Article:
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Gov’t reverses ban on Airtime Scratch cards

Business

Gov’t reverses ban on Airtime Scratch cards

Speaker Rebecca Kadaga chaired the meeting wit stakeholders. She urged for greater sensitization of the masses to embrace e-airtime

The government has bowed to pressure from Members of Parliament, Telecom companies and lifted the ban on the use of Airtime scratch cards. This comes after it discovered that the move was unwise because it not only threatened its own revenue through reduced taxes on sale of airtime, it hurt businesses by making communication almost impossible.

The decision was announced at Parliament on Thursday after Speaker Rebecca Kadaga convened a meeting that brought together the Ministry of ICT, Telecom Companies and MPs.

Speaker Kadaga told the meeting that she had received numerous complaints from MPs regarding loss of access to networks following the July 31, 2018 ban on the sale of scratch cards. She said the move created a huge gap between UCC and the masses. The called for robust sensitization of the masses on the shift towards electronic airtme.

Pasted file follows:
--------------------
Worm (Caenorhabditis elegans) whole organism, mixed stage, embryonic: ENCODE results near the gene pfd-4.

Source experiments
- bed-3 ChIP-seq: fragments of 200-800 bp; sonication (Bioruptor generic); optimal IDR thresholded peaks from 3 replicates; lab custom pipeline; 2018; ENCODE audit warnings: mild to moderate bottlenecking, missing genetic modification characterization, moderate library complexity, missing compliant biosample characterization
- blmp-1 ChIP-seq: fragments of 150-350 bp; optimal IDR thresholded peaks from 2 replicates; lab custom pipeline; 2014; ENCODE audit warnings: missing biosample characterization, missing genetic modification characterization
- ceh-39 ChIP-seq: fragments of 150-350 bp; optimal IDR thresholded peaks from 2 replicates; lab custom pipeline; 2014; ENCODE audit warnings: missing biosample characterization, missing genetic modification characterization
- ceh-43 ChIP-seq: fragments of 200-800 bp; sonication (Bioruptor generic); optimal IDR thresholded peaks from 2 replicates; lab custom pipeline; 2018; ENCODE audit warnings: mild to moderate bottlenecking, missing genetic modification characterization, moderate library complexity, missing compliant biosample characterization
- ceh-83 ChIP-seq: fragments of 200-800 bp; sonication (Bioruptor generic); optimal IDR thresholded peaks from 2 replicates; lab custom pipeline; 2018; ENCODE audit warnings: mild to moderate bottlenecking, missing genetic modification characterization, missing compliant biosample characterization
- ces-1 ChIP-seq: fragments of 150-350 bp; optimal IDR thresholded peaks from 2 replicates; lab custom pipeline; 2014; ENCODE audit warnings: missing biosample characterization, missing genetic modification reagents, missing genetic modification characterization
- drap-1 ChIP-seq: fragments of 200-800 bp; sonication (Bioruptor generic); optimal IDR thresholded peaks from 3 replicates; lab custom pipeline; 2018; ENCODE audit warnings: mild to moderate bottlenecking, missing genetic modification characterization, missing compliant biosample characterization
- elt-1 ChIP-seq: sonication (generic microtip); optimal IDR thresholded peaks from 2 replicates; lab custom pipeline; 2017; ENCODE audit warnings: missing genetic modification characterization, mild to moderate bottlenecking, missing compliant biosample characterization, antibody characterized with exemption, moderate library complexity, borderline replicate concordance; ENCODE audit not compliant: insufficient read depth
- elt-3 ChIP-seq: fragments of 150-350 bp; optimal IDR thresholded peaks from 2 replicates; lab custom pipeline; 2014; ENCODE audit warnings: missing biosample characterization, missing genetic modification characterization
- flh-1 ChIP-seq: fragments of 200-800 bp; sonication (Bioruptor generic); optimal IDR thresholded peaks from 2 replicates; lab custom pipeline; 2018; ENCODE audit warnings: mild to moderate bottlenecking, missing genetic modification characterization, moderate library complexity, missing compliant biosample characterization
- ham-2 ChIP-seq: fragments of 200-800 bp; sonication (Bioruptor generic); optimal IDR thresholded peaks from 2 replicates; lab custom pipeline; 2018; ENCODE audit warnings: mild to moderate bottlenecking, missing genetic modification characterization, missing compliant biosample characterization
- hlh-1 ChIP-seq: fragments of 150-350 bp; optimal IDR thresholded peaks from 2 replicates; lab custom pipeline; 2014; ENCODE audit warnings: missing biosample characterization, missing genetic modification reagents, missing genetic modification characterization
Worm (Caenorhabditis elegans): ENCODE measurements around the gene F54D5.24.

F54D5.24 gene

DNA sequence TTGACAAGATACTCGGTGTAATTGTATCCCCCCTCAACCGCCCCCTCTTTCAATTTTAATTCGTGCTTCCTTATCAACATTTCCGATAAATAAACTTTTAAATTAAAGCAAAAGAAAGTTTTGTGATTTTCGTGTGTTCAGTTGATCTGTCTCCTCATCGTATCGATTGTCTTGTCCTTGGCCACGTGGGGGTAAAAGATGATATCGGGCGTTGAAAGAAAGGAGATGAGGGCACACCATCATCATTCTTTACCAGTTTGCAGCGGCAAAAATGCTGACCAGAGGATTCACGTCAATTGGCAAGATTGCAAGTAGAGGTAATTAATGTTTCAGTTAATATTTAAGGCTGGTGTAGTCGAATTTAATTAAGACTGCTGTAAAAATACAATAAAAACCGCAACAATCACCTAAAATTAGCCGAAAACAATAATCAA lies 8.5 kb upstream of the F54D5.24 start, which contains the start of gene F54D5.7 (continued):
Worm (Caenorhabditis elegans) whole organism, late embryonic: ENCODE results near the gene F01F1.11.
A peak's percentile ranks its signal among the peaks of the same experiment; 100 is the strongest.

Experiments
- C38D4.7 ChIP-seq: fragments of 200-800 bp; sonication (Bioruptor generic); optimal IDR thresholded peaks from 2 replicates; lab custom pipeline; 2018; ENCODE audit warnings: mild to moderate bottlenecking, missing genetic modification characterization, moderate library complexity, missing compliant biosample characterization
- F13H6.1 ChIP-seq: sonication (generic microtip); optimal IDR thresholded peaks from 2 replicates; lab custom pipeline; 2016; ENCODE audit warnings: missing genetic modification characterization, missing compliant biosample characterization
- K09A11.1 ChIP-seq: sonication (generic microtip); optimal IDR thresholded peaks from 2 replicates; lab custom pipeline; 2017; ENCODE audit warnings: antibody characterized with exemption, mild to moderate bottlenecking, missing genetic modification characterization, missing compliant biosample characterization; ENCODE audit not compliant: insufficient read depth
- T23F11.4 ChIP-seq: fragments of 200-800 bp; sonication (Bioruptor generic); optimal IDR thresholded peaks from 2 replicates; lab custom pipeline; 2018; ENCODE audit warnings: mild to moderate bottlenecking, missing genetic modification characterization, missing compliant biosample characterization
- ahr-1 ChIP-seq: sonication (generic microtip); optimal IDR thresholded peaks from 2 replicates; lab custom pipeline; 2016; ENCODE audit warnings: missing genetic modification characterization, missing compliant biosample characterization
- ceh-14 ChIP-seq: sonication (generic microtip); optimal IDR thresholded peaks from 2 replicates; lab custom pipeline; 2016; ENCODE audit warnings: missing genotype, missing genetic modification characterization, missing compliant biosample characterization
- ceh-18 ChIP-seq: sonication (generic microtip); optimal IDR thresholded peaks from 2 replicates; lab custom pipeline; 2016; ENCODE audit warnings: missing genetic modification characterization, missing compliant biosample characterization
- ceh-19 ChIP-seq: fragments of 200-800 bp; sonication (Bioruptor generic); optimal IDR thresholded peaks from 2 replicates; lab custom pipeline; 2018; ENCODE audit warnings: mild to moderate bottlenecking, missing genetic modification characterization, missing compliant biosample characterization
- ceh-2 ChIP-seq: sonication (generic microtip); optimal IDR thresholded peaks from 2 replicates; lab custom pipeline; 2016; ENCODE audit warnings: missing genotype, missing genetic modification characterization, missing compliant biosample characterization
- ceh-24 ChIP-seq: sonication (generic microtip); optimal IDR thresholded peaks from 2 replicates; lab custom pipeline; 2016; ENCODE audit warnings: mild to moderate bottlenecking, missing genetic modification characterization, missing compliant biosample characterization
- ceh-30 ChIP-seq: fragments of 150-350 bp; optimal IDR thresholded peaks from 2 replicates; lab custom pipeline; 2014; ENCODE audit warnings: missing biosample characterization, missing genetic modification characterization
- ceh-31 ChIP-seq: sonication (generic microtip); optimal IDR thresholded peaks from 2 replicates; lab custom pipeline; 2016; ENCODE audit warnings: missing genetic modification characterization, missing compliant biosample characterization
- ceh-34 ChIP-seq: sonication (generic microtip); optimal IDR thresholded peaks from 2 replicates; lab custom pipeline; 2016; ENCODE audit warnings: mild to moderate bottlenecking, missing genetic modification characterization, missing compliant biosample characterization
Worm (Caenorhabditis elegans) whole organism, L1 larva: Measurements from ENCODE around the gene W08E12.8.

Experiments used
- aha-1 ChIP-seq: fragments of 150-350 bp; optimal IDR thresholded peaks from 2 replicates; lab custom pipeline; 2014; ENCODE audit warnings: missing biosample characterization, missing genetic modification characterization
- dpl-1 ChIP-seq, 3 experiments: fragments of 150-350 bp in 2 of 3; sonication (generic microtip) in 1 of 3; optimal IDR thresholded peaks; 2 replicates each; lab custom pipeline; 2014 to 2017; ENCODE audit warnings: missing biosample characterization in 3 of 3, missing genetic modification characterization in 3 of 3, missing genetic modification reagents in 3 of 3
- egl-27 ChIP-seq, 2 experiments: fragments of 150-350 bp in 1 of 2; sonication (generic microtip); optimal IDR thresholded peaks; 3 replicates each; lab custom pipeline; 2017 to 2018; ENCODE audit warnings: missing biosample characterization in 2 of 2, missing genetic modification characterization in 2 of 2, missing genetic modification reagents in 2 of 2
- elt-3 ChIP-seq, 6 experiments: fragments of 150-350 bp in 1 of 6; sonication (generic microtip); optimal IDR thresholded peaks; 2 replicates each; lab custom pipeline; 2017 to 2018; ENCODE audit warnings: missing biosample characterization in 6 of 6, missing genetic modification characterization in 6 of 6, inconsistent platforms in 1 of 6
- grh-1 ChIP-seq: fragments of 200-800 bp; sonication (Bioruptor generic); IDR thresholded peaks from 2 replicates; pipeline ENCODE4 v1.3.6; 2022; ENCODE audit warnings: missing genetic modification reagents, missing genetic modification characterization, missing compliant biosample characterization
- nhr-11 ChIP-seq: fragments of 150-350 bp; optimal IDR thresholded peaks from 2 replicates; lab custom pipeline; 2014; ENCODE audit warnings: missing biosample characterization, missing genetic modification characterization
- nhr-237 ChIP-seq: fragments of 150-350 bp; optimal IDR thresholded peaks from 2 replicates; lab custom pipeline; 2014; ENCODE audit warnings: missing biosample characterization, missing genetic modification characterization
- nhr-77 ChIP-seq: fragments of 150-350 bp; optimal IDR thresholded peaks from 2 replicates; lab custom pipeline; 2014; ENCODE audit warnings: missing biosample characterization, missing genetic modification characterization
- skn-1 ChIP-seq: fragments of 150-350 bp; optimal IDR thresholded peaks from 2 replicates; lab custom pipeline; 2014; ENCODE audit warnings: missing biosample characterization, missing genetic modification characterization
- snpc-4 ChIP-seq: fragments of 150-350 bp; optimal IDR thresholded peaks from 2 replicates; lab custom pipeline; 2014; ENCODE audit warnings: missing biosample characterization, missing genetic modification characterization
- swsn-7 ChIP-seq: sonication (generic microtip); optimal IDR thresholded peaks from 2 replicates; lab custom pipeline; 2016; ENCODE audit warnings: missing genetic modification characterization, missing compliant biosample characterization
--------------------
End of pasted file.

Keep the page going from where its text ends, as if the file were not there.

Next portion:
Minister Tumwebaze admitted that there were problems of access to airtime in most parts of the country.

He said in a twitter post that: “We agreed a gradual phase out of scratch cards with intensified awareness. Major concern of MPs was on awareness. Telecos too have interest in making sure many people buy airtime. They can’t be for a measure that makes them lose. Certainly e-loading will in the long run benefit all.”

Minister Tumwebaze on why they lifted the ban

MTN’s CEO Wim Vanhelleputte warned however that the shortage of scratch cards could still be felt in the short term as they had stopped importation of the cards in view of the then pending ban. He re-assured the MPs that they will issue a fresh order for scratch cards.

The use of electronic airtime was vigorously promoted, on grounds that it would help reduce the cost of airtime that comes from printing, importing and distributing the physical stuff. Government also said they encouraged crime.

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